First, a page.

Films Review | Sunday, 24 May 2009
Bookmark and Share

She was once a girl, believe it or not

I have no real desire to see Angels and Demons. It probably breaks some unwritten rule of filmcriticship, but to be honest, deciding to give the latest Dan Brown adaptation a miss strikes me as a most intuitively sensible choice, given that there is a recession on and that we’re all going to die one day, a fact that leaves us as hard-pressed for time as we are for cash.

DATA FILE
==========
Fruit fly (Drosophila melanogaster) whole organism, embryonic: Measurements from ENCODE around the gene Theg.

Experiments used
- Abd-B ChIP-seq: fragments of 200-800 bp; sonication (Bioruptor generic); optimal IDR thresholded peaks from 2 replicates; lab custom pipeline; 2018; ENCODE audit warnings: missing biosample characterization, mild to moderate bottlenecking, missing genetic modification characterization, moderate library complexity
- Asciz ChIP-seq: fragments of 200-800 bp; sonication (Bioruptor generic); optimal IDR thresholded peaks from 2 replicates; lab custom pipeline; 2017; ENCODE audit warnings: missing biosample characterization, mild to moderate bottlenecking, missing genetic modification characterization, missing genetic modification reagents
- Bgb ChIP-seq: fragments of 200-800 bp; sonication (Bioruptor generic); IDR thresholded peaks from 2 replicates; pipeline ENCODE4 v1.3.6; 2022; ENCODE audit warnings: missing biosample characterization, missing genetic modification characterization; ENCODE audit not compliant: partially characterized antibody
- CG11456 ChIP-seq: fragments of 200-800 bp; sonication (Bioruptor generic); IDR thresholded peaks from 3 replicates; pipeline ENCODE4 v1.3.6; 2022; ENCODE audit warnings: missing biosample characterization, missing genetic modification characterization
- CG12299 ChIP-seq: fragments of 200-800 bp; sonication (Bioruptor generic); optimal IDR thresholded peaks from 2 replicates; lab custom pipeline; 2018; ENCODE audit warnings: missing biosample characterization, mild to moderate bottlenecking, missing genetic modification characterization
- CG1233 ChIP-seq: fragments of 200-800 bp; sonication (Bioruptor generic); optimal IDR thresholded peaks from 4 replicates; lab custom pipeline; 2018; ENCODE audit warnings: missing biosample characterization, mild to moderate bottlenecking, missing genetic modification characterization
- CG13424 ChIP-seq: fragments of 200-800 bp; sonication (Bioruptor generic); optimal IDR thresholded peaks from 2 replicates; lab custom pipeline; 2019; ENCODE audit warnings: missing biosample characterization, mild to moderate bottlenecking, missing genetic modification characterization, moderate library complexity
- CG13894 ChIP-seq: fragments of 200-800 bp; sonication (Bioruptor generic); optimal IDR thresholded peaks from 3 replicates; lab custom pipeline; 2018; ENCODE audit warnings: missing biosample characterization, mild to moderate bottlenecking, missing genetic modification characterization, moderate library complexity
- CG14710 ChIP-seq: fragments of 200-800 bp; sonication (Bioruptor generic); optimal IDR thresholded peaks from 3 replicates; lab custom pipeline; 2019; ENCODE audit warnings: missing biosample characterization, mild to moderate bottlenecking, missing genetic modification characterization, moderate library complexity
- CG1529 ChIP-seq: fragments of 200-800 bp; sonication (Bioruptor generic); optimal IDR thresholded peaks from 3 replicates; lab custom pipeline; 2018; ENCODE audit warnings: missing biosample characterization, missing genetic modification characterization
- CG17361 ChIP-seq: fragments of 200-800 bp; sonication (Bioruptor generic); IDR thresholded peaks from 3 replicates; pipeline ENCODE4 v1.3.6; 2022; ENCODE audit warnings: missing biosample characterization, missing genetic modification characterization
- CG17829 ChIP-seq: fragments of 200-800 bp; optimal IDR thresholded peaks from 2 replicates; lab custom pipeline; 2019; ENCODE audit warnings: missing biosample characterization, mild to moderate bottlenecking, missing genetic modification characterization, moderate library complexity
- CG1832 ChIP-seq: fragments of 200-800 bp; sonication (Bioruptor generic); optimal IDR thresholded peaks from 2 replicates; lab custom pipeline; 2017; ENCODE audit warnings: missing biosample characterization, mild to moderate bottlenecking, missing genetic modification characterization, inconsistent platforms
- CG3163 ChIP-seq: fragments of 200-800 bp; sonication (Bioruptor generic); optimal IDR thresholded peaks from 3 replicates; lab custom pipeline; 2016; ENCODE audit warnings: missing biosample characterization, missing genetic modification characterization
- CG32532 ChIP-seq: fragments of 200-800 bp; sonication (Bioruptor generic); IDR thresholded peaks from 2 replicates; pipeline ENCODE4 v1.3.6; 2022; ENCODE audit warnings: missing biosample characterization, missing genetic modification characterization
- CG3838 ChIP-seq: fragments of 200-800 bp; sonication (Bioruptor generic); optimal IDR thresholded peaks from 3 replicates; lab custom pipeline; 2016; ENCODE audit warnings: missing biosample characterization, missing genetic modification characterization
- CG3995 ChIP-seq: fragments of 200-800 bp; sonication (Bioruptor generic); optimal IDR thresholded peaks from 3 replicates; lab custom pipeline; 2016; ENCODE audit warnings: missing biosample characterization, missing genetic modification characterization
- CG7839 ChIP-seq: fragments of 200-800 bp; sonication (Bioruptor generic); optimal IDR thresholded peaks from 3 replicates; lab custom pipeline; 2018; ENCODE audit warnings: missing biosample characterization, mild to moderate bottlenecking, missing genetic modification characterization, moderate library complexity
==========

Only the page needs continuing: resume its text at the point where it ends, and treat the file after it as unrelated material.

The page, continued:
Reputations and second-hand opinions can be as odious as comparisons, but none of us can deny that we depend on all three of these admittedly noxious cultural phenomena as instinctive defences against the pitfalls of bad taste. And in the case of anything adapted from Brown’s oeuvre, the hype is about as blaring as the booming, baroque music score they used for the ending credits (I was subjected to this sub-John Williams cacophony as I waited for an earlier screening to finish). Surely, given all the promotional material we can digest or are made to digest on a franchise like this, we can decide for ourselves whether or not it would be to our taste and even, perhaps, determine its intrinsic quality? “But how can you know whether you like it until you’ve watched the whole film?” I’ll let Oscar Wilde rebut for me (a useful rhetorical tool if there ever was one): “To know the vintage and quality of a wine one need not drink the whole cask.”